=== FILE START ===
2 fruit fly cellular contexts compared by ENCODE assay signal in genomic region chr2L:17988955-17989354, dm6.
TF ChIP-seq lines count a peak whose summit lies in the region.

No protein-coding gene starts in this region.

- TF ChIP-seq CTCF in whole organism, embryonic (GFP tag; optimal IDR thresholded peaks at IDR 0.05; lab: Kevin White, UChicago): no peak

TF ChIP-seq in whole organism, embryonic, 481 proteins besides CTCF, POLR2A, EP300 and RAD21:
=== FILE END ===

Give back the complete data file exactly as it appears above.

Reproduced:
2 fruit fly cellular contexts compared by ENCODE assay signal in genomic region chr2L:17988955-17989354, dm6.
TF ChIP-seq lines count a peak whose summit lies in the region.

No protein-coding gene starts in this region.

- TF ChIP-seq CTCF in whole organism, embryonic (GFP tag; optimal IDR thresholded peaks at IDR 0.05; lab: Kevin White, UChicago): no peak

TF ChIP-seq in whole organism, embryonic, 481 proteins besides CTCF, POLR2A, EP300 and RAD21: